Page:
Community feels impact of Wright’s Bake Shop closure

SAYING GOODBYE: Saturday, Nov. 1, is the final day for Wright's Bake Shop after 60 years in business in downtown Reed City. Bakery owners Don and Karen Wright and John Hanna announced their decision to close the business due to increasing costs for ingredients and other growing expenses. (Herald Review photos/Justin McKee)

SAYING GOODBYE: Saturday, Nov. 1, is the final day for Wright’s Bake Shop after 60 years in business in downtown Reed City. Bakery owners Don and Karen Wright and John Hanna announced their decision to close the business due to increasing costs for ingredients and other growing expenses. (Herald Review photos/Justin McKee)

REED CITY — For hundreds of regular customers and thousands of occasional visitors, there is no sugar coating the fact that Wright’s Bake Shop in Reed City is ending its almost 60-year relationship with the community.

Last week, bakery owners Don and Karen Wright and John Hanna announced their decision to close the business due to increasing costs for ingredients and other growing expenses. The final open day for Wright’s will be Saturday, Nov. 1.

“I have mixed feelings,” Hanna said. “Sometimes I feel pretty devastated and other times I realize I can’t control the prices. Prices go higher than you can adjust.”

For example, he said butter was $97 for a 36-pound case in January and now it is $148.50 for the same amount, or more than $4 per pound. Prices are only expected to increase as time continues.

“I can’t raise my prices that high,” Hanna added. “We’re a high-end luxury item in an area where there is not a lot of money for luxuries.”

Wright’s Bake Shop creates each hand-crafted baked good from scratch. Using that style of baking, it’s impossible for the business to keep running and stay afloat. To stay running, Hanna said prices would have to decrease as well as additional local customers.

“Traditionally, bakeries make 60 percent of their profit from the end of the summer through the end of the year,” he added. “When you get from January to April or May, you know you won’t do much business except for some of the bigger holidays, so you save away money that will get you through the slow times so you can make money. This year it never came back.”

Last winter’s harsh weather conditions also slowed business, which hit the shop hard, Don said. Finally, the three owners made the hard decision to close.

HISTORY

Don’s grandfather was a baker for a company and his family was moved to Big Rapids in 1942. He purchased the bakery, previously called Oviatt’s Bakery, and changed the name to Wright’s Bakery. Then, the bakery was sold to Don’s uncle, who returned from the service. Don’s grandfather moved to Reed City and began Wright’s Bakery in the current building in 1948 until his death.

The Morat family, of Morat’s Bakery out of Hart, purchased the business, but after about five or six year’s, Don’s father purchased the establishment in 1955 and changed it back to Wright’s Bakery.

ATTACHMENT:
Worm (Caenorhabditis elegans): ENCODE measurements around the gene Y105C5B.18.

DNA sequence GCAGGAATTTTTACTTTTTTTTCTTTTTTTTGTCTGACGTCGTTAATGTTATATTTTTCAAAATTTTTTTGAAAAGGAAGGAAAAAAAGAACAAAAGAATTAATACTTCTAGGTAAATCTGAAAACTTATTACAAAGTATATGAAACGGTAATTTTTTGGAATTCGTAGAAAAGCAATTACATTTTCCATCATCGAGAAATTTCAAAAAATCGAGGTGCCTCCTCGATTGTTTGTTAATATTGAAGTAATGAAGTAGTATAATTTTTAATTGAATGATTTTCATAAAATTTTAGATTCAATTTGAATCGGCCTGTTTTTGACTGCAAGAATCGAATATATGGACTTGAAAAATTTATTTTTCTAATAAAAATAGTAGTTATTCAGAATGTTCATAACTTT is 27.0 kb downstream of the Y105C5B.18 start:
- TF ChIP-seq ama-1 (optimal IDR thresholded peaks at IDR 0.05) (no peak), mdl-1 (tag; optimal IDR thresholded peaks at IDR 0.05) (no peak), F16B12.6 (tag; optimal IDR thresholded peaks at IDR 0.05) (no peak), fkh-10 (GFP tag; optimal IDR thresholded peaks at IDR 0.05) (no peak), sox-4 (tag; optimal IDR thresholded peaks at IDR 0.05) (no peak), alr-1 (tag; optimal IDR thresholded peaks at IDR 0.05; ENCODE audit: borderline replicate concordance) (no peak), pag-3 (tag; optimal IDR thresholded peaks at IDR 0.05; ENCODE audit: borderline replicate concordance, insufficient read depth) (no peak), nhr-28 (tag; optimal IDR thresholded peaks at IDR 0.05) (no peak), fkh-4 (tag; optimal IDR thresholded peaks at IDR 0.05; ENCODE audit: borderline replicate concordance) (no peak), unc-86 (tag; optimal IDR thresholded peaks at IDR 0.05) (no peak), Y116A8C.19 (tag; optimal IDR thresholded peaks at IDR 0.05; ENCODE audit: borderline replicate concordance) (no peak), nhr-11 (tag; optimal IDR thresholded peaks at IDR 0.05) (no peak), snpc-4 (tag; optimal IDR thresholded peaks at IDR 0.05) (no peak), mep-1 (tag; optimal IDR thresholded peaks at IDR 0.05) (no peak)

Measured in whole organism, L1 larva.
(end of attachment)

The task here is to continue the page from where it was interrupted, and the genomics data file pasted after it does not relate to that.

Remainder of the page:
The current Wright’s Bake Shop building, located on Upton Avenue in downtown Reed City, began as an opera house with three floors. In the early 1950s, a fire destroyed the top floor. The main floor and basement remained.

Now, Don and Karen share ownership with Hanna, and Wright’s Bake Shop employs nine individuals, some of whom have worked under Don and Karen for decades.

LOCAL IMPACT

While Wright’s sells a wide selection of doughnuts, breads, pastries, rolls and other items to individuals who walk through the

WORKING HARD UNTIL THE END: Employee Ben Wyman rolls out dough for cut-out sugar cookies weeks before the bakery shuts its doors for good.

WORKING HARD UNTIL THE END: Employee Ben Wyman rolls out dough for cut-out sugar cookies weeks before the bakery shuts its doors for good.

shop’s doors, it also supplies breads to a handful local businesses on a regular basis, including Schuberg’s Bar and Grill in Big Rapids, Pere Marquette Catering Company in Reed City, Pompeii’s Pizza in Evart and Reed City, Twin Oaks Bowling Center and Lounge in Evart and Eastman Party Store in Midland. Apart from businesses, Wright’s donates bread to local food pantries and churches on a regular basis.

Brad Rumsey, co-owner and propriety for Schuberg’s, expressed sadness at the news of Wright’s closure.

“I’m really bummed,” he said. “I feel for the owners and the workers. Most of our premium products comes from Wright’s.”

For the past decade, the two small business have worked with each other. Wright’s has supplied the Big Rapids establishment with miniature hamburger buns and breads including pumpernickel, swirl rye and Irish soda bread.

The news from the bakery reminds him that no business is invincible, and it scares him to see small businesses disappear. With Wright’s, Rumsey feels he is losing a relationship as well as a product.

Rumsey is still unsure where he will turn to buy similar types of bread products, but he knows it won’t be the same.